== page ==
The latest and buzzing tech in India is the digital wallet, e-wallet or mobile wallet apps. From a typical paan shop to e-commerce giants, or to even buy a single banana, one can make payments using a multitude of e-wallet apps. Consumers can recharge phone or DTH, pay utility bills and do many more things now with these magical virtual facilities. These Apps belong to private players as well as Government and banks. Some popular wallet (apps) are Paytm, Mobikwik, PhonePe, BHIM, Google Pay (Tez). All apps are trying to get a space in your mobile offering cash discounts and cashbacks. Then, you also have similar offerings from players like OLA and Jio. So, if you wish to do a quick recharge for your phone, you can check at least ten apps for cashback offers – you may decide to use JioMoney (or Airtel Money), or PhonePe or Amazon Pay to save some money (Rs. 10 to Rs. 50). Easy? Complex? Confused? The availability of many apps and various offers is a classic problem of plenty!
Let’s take one more example. Suppose you want to buy a formal shirt. There are potentially three ways. You may visit a big brick-mortar retail store, shop online, or visit a relatively small shop in the main city market. Let’s assume that the price for the selected product is similar (or the difference is negligible) at each of the three alternatives. Now, which one consumers prefer most? A virtual marketplace which offers almost limitless choices that include hundreds of brands, sizes, color, and fabric. Or, a big retail shop with multiple floors and at least 10 to 15 brands offering hundreds of possibilities. Or, a small shop having choices that include top 5 brands, most preferred colors (blue, white), and fabric (cotton). Think a while and consumers may agree that more is not always better in some cases!
Sheena Iyengar, author of ‘The Art of Choosing’, is a renowned expert and excellent researcher in the field of consumer choices. Her research has empirical evidence that there is a threshold of choices or information which our brain can process. In fact, while selecting an alternative, there is an implicit agony felt because consumers can select only one option among many. For example, while buying a car for the first time, a consumer may shortlist 2 or 3 models but buys only one. So, there is an inherent risk involved of ignoring the other alternatives. If there is a problem or dissatisfaction with the product/service, it’s very common to vent the anger/frustration like this, “I was planning to buy X but bought Y. I should have bought X!”. And the choice sticks till the next buy.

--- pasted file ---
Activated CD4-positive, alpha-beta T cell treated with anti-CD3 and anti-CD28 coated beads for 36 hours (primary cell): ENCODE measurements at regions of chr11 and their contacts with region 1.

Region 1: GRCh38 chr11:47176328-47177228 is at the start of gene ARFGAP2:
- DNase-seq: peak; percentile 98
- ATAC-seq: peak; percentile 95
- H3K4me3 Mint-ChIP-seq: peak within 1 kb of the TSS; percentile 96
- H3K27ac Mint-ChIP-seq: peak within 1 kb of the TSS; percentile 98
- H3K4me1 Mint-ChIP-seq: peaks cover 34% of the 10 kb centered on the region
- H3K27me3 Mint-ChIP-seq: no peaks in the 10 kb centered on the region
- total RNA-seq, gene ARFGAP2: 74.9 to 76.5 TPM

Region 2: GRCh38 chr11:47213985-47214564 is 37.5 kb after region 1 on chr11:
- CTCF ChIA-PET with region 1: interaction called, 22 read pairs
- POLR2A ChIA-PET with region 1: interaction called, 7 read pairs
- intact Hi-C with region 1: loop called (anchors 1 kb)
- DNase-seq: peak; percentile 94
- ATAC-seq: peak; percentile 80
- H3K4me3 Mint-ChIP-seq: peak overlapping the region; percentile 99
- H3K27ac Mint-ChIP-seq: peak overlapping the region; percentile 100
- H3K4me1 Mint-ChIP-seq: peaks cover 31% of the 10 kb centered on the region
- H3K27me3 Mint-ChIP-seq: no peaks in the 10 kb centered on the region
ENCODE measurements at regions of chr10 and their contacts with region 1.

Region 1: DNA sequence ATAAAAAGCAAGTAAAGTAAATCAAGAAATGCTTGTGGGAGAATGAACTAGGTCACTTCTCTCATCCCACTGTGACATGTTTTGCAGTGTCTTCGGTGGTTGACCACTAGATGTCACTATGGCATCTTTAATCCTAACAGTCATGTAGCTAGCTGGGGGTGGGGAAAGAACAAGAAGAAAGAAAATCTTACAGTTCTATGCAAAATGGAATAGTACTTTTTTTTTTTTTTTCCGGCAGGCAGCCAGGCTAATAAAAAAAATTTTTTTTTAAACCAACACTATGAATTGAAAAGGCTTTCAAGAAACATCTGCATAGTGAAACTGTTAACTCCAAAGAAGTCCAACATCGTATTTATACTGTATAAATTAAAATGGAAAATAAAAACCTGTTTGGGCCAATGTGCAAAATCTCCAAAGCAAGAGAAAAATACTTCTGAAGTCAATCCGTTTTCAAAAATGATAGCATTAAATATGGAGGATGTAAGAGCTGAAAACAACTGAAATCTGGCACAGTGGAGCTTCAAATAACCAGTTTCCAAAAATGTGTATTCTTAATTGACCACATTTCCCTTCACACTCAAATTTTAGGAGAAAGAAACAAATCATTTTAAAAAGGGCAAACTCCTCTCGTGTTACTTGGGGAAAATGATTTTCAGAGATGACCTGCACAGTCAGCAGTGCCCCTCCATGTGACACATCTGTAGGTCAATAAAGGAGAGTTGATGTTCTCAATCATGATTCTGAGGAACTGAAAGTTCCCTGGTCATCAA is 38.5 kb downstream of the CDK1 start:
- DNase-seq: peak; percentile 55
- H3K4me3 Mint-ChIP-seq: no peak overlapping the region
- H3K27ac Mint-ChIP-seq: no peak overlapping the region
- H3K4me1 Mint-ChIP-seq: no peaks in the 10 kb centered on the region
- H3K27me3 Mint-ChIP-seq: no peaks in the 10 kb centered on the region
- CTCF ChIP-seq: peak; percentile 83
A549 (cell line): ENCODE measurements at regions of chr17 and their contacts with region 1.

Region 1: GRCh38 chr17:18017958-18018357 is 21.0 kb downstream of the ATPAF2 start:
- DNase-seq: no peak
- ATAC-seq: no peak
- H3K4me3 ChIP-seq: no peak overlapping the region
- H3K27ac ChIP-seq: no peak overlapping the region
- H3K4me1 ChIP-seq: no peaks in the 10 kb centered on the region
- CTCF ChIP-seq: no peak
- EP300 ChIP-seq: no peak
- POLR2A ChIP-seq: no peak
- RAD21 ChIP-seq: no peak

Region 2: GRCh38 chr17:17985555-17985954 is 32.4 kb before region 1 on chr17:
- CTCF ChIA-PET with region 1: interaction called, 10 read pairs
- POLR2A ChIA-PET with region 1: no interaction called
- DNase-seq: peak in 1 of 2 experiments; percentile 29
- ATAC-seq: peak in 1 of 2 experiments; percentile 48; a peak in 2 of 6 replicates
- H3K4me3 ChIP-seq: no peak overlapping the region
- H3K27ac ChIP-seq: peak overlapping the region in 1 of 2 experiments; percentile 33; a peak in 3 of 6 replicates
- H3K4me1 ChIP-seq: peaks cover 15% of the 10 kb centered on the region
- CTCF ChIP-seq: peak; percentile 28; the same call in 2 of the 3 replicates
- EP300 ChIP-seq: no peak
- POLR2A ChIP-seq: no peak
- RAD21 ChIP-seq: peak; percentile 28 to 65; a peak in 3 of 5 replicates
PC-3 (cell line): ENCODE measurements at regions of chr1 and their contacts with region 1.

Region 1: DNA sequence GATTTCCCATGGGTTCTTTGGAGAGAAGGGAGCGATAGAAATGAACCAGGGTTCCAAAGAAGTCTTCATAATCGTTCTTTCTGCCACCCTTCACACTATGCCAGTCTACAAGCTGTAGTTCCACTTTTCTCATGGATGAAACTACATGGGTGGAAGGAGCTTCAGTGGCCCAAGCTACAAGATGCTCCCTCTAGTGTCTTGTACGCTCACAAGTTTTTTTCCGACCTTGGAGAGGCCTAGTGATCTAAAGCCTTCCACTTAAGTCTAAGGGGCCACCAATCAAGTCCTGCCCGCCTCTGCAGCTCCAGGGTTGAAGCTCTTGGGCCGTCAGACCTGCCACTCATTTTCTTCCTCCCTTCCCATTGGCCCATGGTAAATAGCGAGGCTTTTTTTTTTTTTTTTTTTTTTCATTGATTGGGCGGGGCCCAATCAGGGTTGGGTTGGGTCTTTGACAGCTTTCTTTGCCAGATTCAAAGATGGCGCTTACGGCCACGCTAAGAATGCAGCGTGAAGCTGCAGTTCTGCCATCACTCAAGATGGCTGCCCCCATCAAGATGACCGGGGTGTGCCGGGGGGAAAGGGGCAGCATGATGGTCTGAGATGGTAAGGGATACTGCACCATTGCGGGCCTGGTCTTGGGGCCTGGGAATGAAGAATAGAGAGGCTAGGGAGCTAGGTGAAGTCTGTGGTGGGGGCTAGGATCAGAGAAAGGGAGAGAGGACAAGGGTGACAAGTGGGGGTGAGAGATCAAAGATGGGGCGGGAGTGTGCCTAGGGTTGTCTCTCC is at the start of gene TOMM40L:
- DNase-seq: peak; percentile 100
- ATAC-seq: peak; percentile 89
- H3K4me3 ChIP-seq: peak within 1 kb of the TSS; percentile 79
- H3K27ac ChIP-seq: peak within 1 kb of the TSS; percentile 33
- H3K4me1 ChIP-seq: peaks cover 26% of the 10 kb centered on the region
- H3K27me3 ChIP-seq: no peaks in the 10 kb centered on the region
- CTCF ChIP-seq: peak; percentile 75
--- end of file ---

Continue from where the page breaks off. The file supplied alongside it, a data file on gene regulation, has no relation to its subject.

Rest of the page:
Interestingly, if you enquire what is the biggest benefit of any e-wallet, most probably the answer would be ‘convenience’. Ironically, this is exactly what is missing from all such apps. There is no integration among apps. So, a typical user may end of having an average of Rs. 500 in those 5 to 10 apps to complete the routine tasks of mobile/DTH recharge (roughly Rs. 5000 across apps). Paytm is the current market leader and facing stiff competition from other players. One may think that retailers accept payments predominantly from Paytm as one can visibly notice ‘Paytm accepted here’. However, the introduction of Unified Payments Interface (UPI) has completely changed this. Infact, any consumer can register for UPI and a direct transfer is possible between any two entities. So, the real problem is options of multiple apps for mundane tasks where consumers are caught in the whirlwinds of offers and cashbacks.
So, what would be the future for mobile wallets? Right now, there is a wild race to get consumers and lock-in with the digital wallet without worrying about profitability. Recently, PhonePe (from Flipkart) and Amazon Pay have incurred losses of about INR 1,135 crores in FY 2018. In any industry, after such wars at the end only a handful of players survive, for example credit card industry (Visa and MasterCard) and carbonated drinks (Coke and Pepsi). Indian telecom industry provides an interesting example, which started with multiplayers and after many round of price wars (which are still going on!) and merger/acquisitions is left with three main players Airtel, Jio and Vodafone. And all the three are still trying to figure out how to make money. A similar fight and future awaits the digital wallet companies where the firms with deep pockets and ability to sustain the price war will remain standing once the dust settles out. The firm which captures most of the users will have the strongest advantage. The reason being, in technology world, the stickiness counts. The huge adoption and popularity of WhatsApp and Facebook among Indian users is one example. For a new entrant in the messaging apps domain, it is very difficult to get users switch from these apps because user’s friends are already on such apps. So, unless there is a mass exodus in the short time frame, new apps will remain in a niche segment. The e-wallet firms play similar logic at the cost of convenience to users. Well, the fight-to-death is on, any firm which provides the best integration, user experience and seamless movement across apps and utilities has better chances of survival and winning in this exciting digital race!
(Anubhav Mishra is an assistant professor, marketing, at Indian Institute of Management, Ranchi)
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